Following the death of Kim Jong-Il on December 17th, 2011, Kim Jong-Un, Jong-Il’s son, would be declared as the Supreme Leader of the Democratic People’s Republic of Korea, more commonly known as North Korea. Kim Jong-Un, at the age of 27, would be in power in of over 25 million individuals in North Korean land. Kim Jon-Un is the third Supreme Leader of North Korea’s autocratic form of government. This form of government does have symptoms on those who reside in North Korea
One of the most consequential symptoms of the continued autocratic regime In North Korea is media repression. All television channels in North Korea are government controlled. This means that television viewers in North Korea get information that the North Korean government wants the viewers to be given and limits their accessibility to news from across the world. Consequently, this often means that North Korean news tends to be biased in favor of Kim Jong-Un’s government and has misinformation & propaganda about other nations such as the United States. North Korea has even limited the number of channels to only four across the regime. Those channels are named Korean Central Television, Mansudae Television, Ryongnamsan Television, and Athletic Television. The media repression extends to newspapers in North Korea. North Korean newspapers are filled with articles that are heavily biased towards the North Korean government and their “agenda”.
North Korea’s government has also limited the possibility for its citizens to travel across the regime and internationally. North Koreans are not, at all, allowed to travel to international destinations without government authorization. Attempts of North Korean’s leaving the country often leads to severe consequences towards not only those individuals, but to their family. International travel for North Koreans tends to be for working abroad/ business or studying abroad for students and not for any leisure travel or vacations. Domestic travel, such as through train, is more lenient and the government is said to allow leisure travel for North Korean citizens, but the government still has the authority to deny or approve travel domestically for any reason.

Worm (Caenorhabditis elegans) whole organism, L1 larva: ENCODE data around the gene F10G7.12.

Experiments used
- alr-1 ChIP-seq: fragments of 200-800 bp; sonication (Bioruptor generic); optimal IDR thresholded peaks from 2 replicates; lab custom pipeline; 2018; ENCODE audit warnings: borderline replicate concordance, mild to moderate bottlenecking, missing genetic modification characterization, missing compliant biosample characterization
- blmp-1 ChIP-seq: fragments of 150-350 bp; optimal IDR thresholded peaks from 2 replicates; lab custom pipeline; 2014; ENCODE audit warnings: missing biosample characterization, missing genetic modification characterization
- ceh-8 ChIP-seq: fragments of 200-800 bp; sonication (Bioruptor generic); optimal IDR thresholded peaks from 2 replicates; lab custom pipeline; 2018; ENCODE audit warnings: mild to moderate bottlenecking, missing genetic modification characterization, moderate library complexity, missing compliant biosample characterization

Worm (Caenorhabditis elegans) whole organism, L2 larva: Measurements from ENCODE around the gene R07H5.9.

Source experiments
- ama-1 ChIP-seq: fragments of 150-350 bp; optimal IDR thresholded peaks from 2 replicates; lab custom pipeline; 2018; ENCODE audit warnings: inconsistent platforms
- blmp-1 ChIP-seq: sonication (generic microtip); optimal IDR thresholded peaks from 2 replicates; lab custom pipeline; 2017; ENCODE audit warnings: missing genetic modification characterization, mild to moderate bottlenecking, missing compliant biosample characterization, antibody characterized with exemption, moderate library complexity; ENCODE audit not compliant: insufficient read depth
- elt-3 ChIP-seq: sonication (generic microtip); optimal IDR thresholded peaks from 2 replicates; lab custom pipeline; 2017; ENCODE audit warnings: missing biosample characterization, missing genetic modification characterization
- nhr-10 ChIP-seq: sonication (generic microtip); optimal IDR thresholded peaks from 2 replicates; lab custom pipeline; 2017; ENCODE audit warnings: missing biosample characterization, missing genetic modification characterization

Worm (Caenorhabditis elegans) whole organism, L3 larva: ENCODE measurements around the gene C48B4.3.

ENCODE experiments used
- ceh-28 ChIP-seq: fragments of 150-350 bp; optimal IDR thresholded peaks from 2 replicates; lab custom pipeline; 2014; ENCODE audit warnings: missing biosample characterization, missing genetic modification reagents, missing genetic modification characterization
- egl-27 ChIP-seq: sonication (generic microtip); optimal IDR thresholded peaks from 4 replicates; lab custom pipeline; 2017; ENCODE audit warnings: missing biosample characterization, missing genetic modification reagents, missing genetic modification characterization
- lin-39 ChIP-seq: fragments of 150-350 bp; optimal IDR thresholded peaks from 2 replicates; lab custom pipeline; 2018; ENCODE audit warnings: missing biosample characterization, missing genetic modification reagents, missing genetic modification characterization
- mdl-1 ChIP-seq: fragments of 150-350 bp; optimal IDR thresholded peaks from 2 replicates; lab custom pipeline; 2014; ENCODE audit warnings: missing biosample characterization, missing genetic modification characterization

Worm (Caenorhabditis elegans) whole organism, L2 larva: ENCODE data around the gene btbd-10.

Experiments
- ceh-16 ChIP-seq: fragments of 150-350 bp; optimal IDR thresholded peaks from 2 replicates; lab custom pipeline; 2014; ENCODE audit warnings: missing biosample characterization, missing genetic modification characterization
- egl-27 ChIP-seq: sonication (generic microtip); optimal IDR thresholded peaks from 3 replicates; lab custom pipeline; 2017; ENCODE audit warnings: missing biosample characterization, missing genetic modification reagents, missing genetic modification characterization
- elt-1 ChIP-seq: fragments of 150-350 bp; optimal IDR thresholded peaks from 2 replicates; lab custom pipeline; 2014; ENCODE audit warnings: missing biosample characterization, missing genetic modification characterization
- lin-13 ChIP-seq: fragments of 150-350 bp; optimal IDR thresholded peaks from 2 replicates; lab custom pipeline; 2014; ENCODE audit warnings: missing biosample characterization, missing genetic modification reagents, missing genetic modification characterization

The third symptom of North Korea’s autocratic regime is that several fundamental human rights are stripped away or ignored by the North Korean government, and harsh punishments are given if any individual or groups show any dissent. The North Korean regime interferes with freedom of expression, assembly, association, and religion in the country. Although their constitution, officially named the ‘Socialist Constitution of the Democratic People’s Republic of Korea’, guarantees “freedom of religious beliefs”, there have been multiple reports of punishments, including execution, torture, and arrest for those who exercise or engage in any religious practices. Religion is even reported to be very small, relatively nonexistent in the regime, mainly due to the government’s actions. In 2002, the North Korean Government reported religious demographics of around 12,000 protestants, 15,000 practitioners of Chondoism, and 10,000 Buddhists out of a population of 25.5 million.
Famine has been an issue faced particularly in the 1990s and is also an issue till this day. Famine is an issue in North Korea for several reasons such as the government’s ideology in ‘Juche’, which is self-reliance and isolation from other countries. The problem is that the North Korean farmland is not ideal for growing and producing food independently without the support of the USSR. Once the USSR dissolved in 1991, North Korea was negatively hit by it since they relied on the USSR for imported food and aid.
When foreign entities gave food aid, the government distributed the aid between government officials and the military instead of most suffering citizens in the country. While there has not been an official death count of famine in North Korea during the 1990s due to the lack of information from the regime, a model shows an estimated death count of 500,000-600,000 from 1993-2000 due to famine in the regime. A model by Daniel Goodkind and Loraine West show an estimated death count between 600,000 and 1,000,000 from 1995-2000. To this day, 70% of North Koreans rely on countries like the United States and organizations like the United Nations for food aid to be able to try and sustain themselves while the government focuses heavily on military and nuclear sending instead of spending on its population.